I love my job. As a Computer Engineer in the tech industry, I consider myself very lucky to work with talented and innovative people bringing new ideas to life and solving real-world problems. Every day I’m excited to dive into new technical challenges to help build and secure the digital infrastructure that powers our world. However, there is also a pressing concern with the industry that we cannot afford to ignore. In a world of startups, IPOs, and tech billionaires, the industry has become increasingly hyper-focused on monetary gains, too often sidelining safety and security in the relentless pursuit of market share and profit. Not that those are bad things, there would be no tech industry without them, but in the absence of proper checks and balances, this alarming trend not only endangers our digital ecosystem but also compromises the values that should guide our collective progress.
As an industry, we can do better and we need to take action. It’s no longer just a question of ethics either, political leaders are now paying attention to this issue and policymakers are taking steps to hold the tech industry accountable. The recently announced National Cybersecurity Strategy in the US explicitly mentions a plan to shift liability for software products and services to promote secure development practices. The days of software license agreements that allow tech companies to absolve themselves of any and all responsibility for the shortcomings of their products are coming to an end. It has already begun in the medical industry with a new law that requires medical device manufacturers to submit evidence to the FDA that devices can be updated and patched, provide information about security controls and testing, and list the commercial and open-source components that are included in the product.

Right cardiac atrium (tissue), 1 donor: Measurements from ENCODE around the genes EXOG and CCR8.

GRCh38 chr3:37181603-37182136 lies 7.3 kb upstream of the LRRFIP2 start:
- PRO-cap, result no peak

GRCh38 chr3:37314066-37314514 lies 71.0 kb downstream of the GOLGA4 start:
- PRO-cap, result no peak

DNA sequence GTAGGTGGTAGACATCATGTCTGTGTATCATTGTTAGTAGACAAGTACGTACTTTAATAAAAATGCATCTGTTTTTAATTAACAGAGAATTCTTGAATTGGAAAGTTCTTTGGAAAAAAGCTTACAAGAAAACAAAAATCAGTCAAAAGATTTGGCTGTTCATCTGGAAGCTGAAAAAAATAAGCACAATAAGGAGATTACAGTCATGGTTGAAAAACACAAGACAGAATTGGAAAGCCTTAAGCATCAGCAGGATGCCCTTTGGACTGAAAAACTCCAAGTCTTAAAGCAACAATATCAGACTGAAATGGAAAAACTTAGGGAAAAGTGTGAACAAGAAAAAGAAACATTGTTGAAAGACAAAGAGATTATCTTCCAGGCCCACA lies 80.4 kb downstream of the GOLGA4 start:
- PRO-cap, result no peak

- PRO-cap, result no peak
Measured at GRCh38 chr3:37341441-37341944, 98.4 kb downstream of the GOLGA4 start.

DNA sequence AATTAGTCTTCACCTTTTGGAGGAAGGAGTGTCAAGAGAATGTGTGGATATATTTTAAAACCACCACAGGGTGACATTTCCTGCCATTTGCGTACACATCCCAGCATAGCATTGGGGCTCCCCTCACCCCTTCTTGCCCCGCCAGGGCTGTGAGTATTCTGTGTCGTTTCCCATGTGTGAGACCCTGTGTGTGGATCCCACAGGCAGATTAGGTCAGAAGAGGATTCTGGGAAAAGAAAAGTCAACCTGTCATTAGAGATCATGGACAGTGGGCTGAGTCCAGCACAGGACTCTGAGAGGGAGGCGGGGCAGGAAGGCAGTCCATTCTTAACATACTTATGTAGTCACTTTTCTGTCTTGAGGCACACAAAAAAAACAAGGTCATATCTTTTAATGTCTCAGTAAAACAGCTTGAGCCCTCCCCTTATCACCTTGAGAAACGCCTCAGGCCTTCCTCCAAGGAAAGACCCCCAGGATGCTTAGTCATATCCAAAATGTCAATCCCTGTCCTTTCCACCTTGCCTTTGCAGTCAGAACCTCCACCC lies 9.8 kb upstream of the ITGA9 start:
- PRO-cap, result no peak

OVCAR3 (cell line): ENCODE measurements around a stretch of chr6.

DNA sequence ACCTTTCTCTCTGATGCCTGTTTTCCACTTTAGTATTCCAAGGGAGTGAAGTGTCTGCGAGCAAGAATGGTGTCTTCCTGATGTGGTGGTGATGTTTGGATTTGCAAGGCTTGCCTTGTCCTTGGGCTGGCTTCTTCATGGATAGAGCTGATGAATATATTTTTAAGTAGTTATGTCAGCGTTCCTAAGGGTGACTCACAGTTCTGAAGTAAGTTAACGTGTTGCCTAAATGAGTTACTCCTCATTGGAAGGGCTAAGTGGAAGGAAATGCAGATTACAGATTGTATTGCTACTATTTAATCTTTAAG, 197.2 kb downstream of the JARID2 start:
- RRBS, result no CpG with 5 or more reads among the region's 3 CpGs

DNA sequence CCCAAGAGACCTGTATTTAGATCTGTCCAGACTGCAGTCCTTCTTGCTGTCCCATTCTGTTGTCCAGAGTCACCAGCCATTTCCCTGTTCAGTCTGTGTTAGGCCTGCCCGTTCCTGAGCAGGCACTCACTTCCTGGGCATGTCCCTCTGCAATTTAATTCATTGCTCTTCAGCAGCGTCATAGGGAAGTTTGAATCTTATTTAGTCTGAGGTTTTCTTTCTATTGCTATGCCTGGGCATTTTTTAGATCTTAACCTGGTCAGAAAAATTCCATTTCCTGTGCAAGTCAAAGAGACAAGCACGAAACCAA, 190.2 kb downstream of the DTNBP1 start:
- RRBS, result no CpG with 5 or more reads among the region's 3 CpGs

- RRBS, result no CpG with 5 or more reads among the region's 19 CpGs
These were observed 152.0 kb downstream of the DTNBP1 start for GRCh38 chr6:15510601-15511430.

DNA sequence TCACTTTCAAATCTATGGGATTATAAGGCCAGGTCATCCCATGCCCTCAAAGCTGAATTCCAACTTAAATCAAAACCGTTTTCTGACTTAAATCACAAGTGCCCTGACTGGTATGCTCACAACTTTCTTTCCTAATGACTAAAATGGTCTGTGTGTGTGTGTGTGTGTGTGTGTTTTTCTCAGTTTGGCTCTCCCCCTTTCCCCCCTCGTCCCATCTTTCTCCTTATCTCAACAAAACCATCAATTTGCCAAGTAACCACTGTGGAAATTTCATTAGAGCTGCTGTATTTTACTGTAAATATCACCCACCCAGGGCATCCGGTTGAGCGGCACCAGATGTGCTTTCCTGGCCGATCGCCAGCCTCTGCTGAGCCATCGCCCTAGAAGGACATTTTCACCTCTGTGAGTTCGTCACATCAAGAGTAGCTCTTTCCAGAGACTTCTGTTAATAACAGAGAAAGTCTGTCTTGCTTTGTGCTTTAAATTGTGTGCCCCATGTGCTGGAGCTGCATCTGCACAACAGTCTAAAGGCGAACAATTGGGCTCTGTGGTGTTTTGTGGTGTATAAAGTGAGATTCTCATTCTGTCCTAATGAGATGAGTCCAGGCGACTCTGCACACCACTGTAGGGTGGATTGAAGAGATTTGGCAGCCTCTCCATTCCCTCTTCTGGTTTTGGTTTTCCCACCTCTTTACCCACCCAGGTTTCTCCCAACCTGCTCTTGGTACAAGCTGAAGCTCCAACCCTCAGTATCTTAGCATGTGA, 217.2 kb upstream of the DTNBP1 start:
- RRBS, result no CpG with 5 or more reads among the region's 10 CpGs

The integration of security in all aspects of software development has moved from being a best practice to being a strategic enterprise requirement. Establishing a secure development lifecycle does not happen overnight, it requires a cultural shift and organizational changes along with the appropriate mix of tools, policies, and procedures. To remain competitive in an environment of daily cyberattacks and increasing regulatory oversight, tech leaders need to motivate and empower their teams to integrate security measures throughout the development process and emphasize the need to develop secure and robust solutions.
Software security can be significantly improved by leveraging established frameworks, like DevSecOps, Microsoft SDL, and ISO 27034 among others, to implement a secure development lifecycle. By adopting DevSecOps principles, organizations can foster a culture of collaboration and shared responsibility for security among development, operations, and security teams. Microsoft SDL offers a proven methodology for integrating security and privacy requirements at every stage of software development, from planning to deployment. Similarly, ISO 27034 provides a systematic approach to application security, focusing on risk assessment, management, and mitigation. By leveraging frameworks like these and tailoring them to their specific needs, organizations can create a robust, secure development lifecycle that addresses potential vulnerabilities early on and promotes a proactive security mindset across the entire product development process.
The tech industry needs to strike a balance between innovation and security to ensure continued growth and success. As the landscape evolves, it is essential for organizations to prioritize secure development practices and foster a culture that values safety alongside profitability. By leveraging established frameworks, companies can create a tailored secure development lifecycle that effectively mitigates vulnerabilities to protect systems and data against cyberattacks while safeguarding the trust of users and regulators alike.
If your organization is looking for some ideas on how to get started, check out my previous post on the Elements of a Secure Development Lifecycle, these Microsoft SDL resources, the OWASP Application Security Verification Standard, or feel free to reach out if you have any questions.